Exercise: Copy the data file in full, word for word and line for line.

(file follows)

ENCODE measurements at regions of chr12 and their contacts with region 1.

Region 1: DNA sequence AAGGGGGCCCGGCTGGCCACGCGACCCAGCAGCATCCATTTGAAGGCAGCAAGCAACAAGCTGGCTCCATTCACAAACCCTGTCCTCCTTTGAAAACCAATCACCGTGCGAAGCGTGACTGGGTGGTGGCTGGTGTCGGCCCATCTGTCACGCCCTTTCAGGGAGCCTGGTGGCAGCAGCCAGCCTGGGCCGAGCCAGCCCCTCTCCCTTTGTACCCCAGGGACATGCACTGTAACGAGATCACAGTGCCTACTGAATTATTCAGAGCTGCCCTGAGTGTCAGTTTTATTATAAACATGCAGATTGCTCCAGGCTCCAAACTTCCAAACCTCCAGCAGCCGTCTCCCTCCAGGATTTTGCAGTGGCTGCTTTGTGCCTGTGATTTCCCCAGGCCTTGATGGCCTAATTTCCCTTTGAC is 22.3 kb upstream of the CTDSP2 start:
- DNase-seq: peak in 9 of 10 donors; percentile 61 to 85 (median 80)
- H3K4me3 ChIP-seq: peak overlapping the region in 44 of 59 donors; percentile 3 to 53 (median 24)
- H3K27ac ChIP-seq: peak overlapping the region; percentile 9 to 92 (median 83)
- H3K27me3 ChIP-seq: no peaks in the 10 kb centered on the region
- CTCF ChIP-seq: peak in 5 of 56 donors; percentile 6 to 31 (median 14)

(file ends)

ENCODE measurements at regions of chr12 and their contacts with region 1.

Region 1: DNA sequence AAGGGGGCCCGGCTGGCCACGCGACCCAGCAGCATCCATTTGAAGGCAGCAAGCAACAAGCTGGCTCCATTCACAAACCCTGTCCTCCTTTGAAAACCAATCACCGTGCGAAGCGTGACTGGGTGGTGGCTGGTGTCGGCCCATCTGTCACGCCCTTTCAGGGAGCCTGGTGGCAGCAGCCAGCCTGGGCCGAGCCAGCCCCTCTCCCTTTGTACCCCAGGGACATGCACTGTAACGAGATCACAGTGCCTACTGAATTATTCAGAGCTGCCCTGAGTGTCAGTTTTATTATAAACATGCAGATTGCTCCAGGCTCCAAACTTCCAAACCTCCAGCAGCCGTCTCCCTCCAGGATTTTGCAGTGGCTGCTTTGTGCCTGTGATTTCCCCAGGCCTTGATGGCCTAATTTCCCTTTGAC is 22.3 kb upstream of the CTDSP2 start:
- DNase-seq: peak in 9 of 10 donors; percentile 61 to 85 (median 80)
- H3K4me3 ChIP-seq: peak overlapping the region in 44 of 59 donors; percentile 3 to 53 (median 24)
- H3K27ac ChIP-seq: peak overlapping the region; percentile 9 to 92 (median 83)
- H3K27me3 ChIP-seq: no peaks in the 10 kb centered on the region
- CTCF ChIP-seq: peak in 5 of 56 donors; percentile 6 to 31 (median 14)